Religion News Service, in its online bulletin on September 17, 2013, carries an article entitled “Liberation theology finds a new welcome in Pope Francis’ Vatican”, by Alessandro Speciale (who regularly covers the Vatican). The story was triggered by the news that Francis is about to meet with Gustavo Gutierrez, the Peruvian Dominican, who was one of the founders of Liberation Theology. The immediate context of course is how Francis has called for “a poor church for the poor”, in addition to various actions of his showing his concern for the poor and the lowly. Since the RNS story the expectation that Francis will embrace Liberation Theology has been fueled by an interview he gave to a Jesuit periodical in which he urged the Church to stop prioritizing abortion, same-sex marriage and contraception over other urgent moral concerns (such as poverty).
Speciale also mentions Archbishop Gerhard Mueller, who was appointed by Benedict XVI as head of the Congregation for the Doctrine of the Faith (the doctrinal watchdog of the Vatican) and still holds that office. It turns out that in 2004 Mueller co-authored a book with Gutierrez, which did not attract much attention at the time. But when an Italian translation was released, Osservatore Romano (the principal mouthpiece of the Vatican) carried a two-page story about it on September 3, 2013. I have not read the book and cannot say to what extent it showed Mueller endorsing at least some aspects of Liberation Theology. However, the attention to the book by Osservatore Romano indicates a degree of tolerance if not agreement with a school of thought that had been sharply criticized by Rome in the past. Another indicator of the alleged “new welcome” is the announcement that Mueller’s office will begin the process toward sainthood of Archbishop Oscar Romero, who was assassinated by the military regime of El Salvador in 1980 and has become a hero of the Catholic Left.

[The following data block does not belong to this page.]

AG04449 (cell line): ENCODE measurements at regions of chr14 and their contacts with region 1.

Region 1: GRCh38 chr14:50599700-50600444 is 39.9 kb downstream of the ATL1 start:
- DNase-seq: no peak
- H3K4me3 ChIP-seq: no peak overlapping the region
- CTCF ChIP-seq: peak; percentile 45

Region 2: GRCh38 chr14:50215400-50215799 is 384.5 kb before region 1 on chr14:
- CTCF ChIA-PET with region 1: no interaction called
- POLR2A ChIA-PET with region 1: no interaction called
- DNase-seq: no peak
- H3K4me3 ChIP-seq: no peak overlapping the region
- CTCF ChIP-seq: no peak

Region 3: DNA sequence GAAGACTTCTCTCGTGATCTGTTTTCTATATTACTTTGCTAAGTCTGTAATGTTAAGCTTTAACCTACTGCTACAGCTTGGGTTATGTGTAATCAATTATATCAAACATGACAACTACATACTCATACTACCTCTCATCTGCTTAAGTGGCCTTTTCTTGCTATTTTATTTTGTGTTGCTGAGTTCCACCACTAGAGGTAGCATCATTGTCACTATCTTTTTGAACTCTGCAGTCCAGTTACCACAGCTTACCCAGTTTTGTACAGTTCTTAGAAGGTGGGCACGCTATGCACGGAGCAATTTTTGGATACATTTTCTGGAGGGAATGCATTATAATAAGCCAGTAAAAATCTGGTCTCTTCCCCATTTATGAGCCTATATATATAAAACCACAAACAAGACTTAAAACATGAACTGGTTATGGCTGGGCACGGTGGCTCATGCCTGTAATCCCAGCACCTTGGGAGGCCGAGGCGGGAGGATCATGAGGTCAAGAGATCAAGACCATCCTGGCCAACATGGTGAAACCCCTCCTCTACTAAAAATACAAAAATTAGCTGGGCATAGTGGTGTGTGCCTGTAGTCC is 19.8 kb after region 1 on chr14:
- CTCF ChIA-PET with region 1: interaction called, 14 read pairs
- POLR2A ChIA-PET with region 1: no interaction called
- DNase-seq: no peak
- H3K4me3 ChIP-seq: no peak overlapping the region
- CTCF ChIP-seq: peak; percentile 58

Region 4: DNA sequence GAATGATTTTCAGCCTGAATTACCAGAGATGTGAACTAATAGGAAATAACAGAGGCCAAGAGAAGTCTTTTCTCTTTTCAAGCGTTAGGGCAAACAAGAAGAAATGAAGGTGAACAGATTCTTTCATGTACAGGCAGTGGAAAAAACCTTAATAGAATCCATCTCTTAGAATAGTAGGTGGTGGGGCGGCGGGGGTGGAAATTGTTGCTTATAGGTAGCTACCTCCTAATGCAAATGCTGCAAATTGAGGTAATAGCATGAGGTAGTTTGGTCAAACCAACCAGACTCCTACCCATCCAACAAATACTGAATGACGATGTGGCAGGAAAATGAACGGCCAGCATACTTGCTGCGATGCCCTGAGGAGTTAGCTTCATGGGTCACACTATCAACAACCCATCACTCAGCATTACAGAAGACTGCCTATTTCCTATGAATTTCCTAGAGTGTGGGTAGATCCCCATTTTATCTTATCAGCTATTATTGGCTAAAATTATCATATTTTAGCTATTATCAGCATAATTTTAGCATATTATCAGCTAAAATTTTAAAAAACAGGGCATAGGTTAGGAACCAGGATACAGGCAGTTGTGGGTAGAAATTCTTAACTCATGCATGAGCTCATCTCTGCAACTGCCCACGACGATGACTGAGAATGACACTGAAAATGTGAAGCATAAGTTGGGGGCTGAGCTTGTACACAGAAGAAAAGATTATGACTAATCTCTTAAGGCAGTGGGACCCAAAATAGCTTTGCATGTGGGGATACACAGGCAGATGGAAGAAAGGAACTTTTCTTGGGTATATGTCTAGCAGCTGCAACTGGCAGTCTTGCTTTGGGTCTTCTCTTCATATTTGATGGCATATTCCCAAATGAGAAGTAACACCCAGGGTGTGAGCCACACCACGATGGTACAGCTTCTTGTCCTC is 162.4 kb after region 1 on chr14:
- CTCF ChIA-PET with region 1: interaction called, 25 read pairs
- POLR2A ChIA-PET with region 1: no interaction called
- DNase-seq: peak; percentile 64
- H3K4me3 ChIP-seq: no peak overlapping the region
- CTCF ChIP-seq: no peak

Vaticanologists watch every nuance in the often opaque behavior of the Curia, comparable to the way in which Kremlinologists used to watch mysterious goings-on in the Soviet leadership. Speciale has no question mark after his article. I would gently suggest inserting one.